Minimal Gift-Giving

12.22.2020

In a video I posted about three years ago, I explained how I don’t give gifts to my children on Christmas day. 😮😄 It’s true! Joe and I stopped giving gifts to our children and each other twenty-three years ago. I always remember the year because our twenty-three-year-old daughter was born a month before that Christmas.

Everything felt so commercialized and I had turned our holiday into an advertisement out of a catalog that Christmas morning. And rather than be happy about it, I looked around and thought, “I can’t keep doing this.” And I was only doing it because it’s what everyone else around me was doing. Peer pressure at its finest!

So I thought back to my childhood and realized I missed the simplicity of the holidays back then. My mother always made sure to make it about Our Lord and a celebration of Jesus’ birth. She baked a birthday cake, we would sing “happy birthday” to Jesus, she gifted us oranges (a Saint Nicholas reference) and then we would eat breakfast.

Yes, my parents gave us gifts but there weren’t very many (about three or four) and they weren’t the focus of the day. The focus was on Our Lord (attending Mass), our family gathering, the huge meals and having a blast with my cousins. 😁

It may not have been called a “minimalist Christmas” but that’s what we were having and now we continue that tradition. Although in a modified way. So here’s how it works…

Christmas Eve

Even though I choose not to give gifts, my children sometimes do. So Christmas Eve is the day we chose for our family gift-giving day. But no gifts are expected or required from anyone. Something I remind all of them every year so that they don’t feel pressured or guilted into buying anything. Not healthy! So it’s the day for those who choose to give Christmas gifts to go ahead and share.

Also gift-giving is one of the five love languages and is beneficial for the person who resonates with that language. The person giving the gift actually feels loved by the appreciation shown by the receiver. I only ask that if it’s a gift-giving year for them, that they try to pick out a gift that is practical. 👍🏻 And I think my few gift-givers did really well this year.

I also remind them to give a gift because they want to and not for the purpose of getting a gift in return. Very important! (My Father taught me this years ago and it’s so true.) Some years they’ve chosen to do a grab-bag and other years they pick and choose who they want to buy for. This year turned out to be a pick and choose year.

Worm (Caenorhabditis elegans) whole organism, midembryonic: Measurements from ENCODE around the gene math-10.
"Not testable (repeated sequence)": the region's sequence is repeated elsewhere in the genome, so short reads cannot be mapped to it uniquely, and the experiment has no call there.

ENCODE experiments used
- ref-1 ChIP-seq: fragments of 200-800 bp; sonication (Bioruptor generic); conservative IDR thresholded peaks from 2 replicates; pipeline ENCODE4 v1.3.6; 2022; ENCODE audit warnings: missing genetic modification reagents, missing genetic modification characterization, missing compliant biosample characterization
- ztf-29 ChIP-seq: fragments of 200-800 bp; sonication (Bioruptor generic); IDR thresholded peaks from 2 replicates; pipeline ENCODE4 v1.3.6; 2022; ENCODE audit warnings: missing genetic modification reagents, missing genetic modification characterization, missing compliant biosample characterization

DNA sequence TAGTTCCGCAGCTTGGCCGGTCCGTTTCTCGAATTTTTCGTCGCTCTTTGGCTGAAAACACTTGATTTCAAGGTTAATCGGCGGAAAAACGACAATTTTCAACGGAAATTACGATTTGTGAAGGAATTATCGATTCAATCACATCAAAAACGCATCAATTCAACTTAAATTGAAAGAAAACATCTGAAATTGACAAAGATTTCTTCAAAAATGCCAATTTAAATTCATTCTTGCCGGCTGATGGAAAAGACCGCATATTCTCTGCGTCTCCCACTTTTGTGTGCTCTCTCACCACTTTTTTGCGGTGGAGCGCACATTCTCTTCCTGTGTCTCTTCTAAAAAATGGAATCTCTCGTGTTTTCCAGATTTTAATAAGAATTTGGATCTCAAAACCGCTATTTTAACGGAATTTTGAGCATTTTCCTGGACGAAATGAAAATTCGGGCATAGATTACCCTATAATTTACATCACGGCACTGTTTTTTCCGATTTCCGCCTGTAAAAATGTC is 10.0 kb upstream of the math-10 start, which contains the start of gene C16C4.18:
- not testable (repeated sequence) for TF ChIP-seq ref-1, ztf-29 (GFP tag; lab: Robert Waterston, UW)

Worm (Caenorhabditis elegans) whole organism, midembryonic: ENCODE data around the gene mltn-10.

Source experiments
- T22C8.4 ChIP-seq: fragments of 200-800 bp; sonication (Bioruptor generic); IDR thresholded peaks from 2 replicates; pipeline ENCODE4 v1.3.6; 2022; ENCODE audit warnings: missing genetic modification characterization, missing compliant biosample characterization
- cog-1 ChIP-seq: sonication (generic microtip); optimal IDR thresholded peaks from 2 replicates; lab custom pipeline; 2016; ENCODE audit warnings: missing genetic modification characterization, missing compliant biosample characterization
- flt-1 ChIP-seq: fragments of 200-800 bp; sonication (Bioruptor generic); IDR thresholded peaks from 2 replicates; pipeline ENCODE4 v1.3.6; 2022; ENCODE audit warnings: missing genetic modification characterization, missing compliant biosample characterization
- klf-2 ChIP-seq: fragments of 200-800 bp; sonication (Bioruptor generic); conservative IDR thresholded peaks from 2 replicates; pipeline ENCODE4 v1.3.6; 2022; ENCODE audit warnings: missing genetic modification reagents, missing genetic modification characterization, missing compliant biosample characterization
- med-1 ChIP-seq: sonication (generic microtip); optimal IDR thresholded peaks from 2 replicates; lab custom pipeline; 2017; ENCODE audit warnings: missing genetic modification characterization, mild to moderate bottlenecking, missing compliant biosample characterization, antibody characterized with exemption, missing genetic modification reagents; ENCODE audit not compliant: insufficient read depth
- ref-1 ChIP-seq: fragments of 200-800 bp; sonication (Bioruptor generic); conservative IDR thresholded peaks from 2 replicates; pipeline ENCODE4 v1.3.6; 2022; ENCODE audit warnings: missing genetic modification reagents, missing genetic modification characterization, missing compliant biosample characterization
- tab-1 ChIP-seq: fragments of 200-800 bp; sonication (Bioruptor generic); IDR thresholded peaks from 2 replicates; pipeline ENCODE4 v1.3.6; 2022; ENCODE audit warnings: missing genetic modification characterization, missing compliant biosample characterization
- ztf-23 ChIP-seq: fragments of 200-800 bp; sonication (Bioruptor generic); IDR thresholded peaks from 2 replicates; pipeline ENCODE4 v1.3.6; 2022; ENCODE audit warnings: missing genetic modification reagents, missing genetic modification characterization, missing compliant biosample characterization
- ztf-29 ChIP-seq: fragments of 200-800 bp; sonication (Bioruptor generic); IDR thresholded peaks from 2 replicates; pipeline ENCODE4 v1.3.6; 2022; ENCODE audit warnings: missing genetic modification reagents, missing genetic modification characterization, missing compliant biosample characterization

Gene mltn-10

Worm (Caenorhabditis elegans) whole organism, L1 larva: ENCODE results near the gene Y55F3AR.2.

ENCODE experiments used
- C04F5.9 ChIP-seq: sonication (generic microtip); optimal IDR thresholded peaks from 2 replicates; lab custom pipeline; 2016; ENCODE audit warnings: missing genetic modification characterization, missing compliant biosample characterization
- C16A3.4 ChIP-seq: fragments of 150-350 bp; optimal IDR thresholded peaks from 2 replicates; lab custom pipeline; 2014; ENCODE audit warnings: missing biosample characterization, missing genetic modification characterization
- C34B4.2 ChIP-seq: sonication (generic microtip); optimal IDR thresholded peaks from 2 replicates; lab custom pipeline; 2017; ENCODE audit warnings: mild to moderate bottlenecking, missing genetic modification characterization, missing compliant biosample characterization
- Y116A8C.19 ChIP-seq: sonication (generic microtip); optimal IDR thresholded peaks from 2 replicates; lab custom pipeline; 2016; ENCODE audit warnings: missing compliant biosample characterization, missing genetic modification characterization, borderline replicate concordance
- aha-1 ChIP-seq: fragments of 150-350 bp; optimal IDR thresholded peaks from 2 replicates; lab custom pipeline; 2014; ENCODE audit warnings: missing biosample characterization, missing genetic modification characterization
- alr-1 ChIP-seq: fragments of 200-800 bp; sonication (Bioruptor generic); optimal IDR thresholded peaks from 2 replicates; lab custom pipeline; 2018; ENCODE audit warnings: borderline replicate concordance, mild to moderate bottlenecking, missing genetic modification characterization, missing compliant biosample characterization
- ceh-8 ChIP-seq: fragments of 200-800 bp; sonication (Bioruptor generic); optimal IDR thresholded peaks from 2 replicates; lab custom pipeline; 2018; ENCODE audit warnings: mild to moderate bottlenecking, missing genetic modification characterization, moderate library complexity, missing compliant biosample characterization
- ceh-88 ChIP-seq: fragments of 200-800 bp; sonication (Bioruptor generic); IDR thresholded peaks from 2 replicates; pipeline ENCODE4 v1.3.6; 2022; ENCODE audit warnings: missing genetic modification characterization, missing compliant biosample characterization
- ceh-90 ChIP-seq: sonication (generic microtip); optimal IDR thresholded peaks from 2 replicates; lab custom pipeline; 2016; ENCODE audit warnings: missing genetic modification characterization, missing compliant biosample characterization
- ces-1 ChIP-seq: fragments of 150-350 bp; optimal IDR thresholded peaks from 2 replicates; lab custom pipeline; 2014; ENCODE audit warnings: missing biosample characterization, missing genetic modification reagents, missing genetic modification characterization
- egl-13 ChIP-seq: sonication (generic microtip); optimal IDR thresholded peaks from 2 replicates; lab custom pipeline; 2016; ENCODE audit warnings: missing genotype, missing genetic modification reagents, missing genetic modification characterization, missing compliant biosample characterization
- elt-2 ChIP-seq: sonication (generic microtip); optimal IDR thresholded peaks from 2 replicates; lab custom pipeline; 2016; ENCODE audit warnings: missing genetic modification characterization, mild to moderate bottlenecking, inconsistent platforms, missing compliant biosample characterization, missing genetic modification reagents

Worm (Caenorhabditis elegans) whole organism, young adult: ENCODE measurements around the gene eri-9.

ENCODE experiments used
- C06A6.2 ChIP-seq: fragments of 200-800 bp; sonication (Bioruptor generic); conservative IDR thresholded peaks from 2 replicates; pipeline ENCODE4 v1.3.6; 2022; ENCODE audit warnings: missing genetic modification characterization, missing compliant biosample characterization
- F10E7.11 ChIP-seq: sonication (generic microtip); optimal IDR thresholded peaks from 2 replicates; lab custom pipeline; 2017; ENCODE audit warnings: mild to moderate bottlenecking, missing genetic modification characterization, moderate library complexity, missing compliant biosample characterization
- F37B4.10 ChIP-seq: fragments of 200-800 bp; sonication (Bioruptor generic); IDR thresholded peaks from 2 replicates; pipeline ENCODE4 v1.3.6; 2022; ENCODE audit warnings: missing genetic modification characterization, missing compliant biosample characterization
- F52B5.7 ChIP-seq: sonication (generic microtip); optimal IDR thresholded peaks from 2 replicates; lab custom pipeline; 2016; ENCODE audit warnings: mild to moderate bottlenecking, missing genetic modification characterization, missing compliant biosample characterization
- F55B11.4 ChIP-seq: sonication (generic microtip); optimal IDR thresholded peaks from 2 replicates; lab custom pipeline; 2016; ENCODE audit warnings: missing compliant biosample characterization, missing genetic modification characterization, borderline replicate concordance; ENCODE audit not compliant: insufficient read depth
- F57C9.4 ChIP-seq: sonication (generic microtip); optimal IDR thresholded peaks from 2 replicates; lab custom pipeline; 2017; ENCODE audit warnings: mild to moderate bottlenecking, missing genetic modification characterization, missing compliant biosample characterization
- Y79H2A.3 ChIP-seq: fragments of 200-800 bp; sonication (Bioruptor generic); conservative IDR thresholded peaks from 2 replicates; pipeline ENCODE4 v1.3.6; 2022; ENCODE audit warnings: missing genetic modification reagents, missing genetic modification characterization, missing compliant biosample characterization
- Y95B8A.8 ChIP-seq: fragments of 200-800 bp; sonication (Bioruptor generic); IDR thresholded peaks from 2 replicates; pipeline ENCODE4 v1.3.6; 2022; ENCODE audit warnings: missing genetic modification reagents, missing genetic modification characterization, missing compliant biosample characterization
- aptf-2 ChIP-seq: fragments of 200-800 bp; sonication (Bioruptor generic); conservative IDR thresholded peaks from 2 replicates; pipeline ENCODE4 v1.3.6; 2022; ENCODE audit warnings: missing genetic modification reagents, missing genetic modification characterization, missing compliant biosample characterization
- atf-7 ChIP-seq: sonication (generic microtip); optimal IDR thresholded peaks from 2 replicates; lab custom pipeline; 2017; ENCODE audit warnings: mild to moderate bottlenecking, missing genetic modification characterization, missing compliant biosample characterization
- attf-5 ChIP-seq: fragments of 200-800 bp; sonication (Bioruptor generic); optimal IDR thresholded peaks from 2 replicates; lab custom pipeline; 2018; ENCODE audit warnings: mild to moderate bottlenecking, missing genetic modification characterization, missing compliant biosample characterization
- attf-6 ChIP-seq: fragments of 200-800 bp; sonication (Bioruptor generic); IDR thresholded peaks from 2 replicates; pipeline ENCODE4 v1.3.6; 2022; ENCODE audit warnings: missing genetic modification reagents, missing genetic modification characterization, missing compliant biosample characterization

Who Pays

While working on getting us out of debt, I set up bank accounts for my five youngest children to learn about earning, spending and saving. So they all used their own money to buy these gifts. They chose who they wanted to buy for and how much they wanted to spend.

Wrapping Gifts

Another small way we keep our Christmas minimal is by repurposing our grocery store paper bags. There was a lot of wrapping going on today, even though no one bought more than one gift for some and not any for others. But we didn’t spend a penny on wrapping paper, bows or ribbons.

So everything was wrapped in grocery bags and tied together with garden twine from my workbench. Joe spent $3 on tape but that was it. I wrote the TO and FROM in marker on the top of each gift and called it a day. 😍


Are you looking to simplify your Christmas gifts or the whole day altogether? It doesn’t have to be a crazy, chaotic stressful time if you don’t want it to be. If you want a peaceful Christmas with the focus on Christ, now is a great time to start making those changes. ❤️

6 comments

  1. Kristen says:

    You have such a beautiful family. I love how you have made Christ the center of Christmas with your words and actions. I like your low pressure Christmas but I am curious to know if it has ever lead to hurt feelings because maybe someone ended up getting nothing. Your children all seem to be very thoughtful so do they work together to make sure everyone gets something or do some of your kids not care about getting gifts?

    • Your question is actually answered in my post above. 😊 But to explain further, we don’t all sit down and pass around gifts together. They’re just shared randomly throughout the day, a day focused on and filled with cooking, reading the Bible (story of Mary and Joseph traveling to Bethlehem), music and enjoyment. ❤️

  2. Mary Di Muro says:

    For those whose love language is receiving gifts, how are hurt feelings managed if a sibling gives a gift to one sibling but not the one who needs a gift to feel loved? I’m not even suggesting that everything should be even, but couldn’t there be real feelings of rejection? Maybe not, though, since the focus is on Jesus, and Jesus is the greatest gift to us all. There! I answered my own question!

    • Yes, you did! 😁 Our children whose love language is receiving gifts (I know we have one, possibly two) can and do receive gifts from their siblings throughout the year. But they know right now, in the Advent and Christmas seasons, the focus is on Christ.

  3. Linda says:

    Such a beautiful way to celebrate.

  4. Anne Lawrie says:

    I truly appreciate this. Thank you for the continued inspiration!

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